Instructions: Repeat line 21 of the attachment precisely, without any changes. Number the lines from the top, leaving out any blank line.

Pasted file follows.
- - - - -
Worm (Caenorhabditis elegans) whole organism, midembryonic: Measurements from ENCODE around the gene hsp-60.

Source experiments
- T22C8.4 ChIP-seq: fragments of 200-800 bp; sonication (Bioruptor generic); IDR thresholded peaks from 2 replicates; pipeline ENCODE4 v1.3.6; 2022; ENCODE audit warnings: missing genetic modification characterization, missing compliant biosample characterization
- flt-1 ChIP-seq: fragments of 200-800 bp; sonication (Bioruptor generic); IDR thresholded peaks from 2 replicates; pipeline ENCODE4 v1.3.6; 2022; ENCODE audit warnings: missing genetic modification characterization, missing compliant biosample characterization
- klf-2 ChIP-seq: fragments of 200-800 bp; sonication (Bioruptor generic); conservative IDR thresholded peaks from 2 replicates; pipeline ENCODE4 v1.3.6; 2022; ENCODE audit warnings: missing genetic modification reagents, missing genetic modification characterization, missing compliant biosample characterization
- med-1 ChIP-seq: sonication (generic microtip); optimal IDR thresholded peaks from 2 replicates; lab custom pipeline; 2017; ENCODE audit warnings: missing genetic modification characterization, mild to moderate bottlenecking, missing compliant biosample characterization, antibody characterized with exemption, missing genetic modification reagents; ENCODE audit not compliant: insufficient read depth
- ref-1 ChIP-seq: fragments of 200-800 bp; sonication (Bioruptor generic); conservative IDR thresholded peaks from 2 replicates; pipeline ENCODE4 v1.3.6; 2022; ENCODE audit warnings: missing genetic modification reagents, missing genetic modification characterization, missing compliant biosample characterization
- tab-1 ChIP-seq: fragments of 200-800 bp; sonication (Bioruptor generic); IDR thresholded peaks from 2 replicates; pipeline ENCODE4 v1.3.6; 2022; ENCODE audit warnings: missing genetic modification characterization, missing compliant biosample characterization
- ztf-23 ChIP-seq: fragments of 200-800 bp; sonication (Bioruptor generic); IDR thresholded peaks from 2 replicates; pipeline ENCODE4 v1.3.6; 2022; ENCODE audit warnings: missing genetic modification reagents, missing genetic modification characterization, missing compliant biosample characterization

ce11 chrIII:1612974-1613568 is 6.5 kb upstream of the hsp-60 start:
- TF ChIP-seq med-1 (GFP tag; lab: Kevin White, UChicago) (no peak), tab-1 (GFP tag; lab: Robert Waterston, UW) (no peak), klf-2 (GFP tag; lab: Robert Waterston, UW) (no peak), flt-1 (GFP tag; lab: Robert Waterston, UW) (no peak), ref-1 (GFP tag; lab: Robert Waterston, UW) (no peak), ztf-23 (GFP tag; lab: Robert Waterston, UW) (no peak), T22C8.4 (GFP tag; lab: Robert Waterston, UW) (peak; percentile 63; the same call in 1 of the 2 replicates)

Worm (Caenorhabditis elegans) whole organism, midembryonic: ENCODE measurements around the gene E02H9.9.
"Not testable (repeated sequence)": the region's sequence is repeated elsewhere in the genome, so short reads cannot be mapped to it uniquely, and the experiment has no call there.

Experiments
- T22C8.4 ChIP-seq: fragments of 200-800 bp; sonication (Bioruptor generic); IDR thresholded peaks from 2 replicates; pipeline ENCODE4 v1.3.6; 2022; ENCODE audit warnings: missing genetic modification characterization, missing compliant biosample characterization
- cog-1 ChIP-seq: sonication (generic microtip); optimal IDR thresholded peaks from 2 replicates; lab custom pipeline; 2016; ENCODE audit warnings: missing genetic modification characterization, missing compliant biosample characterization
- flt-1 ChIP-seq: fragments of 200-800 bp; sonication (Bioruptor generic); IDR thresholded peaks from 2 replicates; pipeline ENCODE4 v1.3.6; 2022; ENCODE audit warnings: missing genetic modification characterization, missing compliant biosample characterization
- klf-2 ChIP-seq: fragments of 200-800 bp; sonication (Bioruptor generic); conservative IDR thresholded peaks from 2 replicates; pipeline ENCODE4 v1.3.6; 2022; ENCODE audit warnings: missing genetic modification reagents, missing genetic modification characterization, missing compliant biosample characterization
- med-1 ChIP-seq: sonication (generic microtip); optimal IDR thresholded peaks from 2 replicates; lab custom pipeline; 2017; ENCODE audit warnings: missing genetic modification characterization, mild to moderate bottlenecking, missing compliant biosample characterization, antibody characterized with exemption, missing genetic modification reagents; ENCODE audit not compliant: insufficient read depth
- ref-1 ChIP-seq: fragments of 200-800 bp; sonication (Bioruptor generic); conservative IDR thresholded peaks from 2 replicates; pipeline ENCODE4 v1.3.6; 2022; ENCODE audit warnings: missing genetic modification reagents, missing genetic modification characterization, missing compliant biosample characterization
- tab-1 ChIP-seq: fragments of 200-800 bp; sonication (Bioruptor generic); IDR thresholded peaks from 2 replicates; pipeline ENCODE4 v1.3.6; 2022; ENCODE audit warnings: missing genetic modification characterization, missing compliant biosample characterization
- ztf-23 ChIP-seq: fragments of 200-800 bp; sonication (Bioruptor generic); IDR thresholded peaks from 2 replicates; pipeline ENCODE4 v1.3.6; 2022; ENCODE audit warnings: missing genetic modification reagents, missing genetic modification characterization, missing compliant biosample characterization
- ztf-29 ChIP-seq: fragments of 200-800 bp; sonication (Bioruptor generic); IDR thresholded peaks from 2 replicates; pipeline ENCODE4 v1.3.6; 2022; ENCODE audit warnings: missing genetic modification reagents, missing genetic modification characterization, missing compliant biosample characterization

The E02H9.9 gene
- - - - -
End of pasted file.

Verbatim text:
- tab-1 ChIP-seq: fragments of 200-800 bp; sonication (Bioruptor generic); IDR thresholded peaks from 2 replicates; pipeline ENCODE4 v1.3.6; 2022; ENCODE audit warnings: missing genetic modification characterization, missing compliant biosample characterization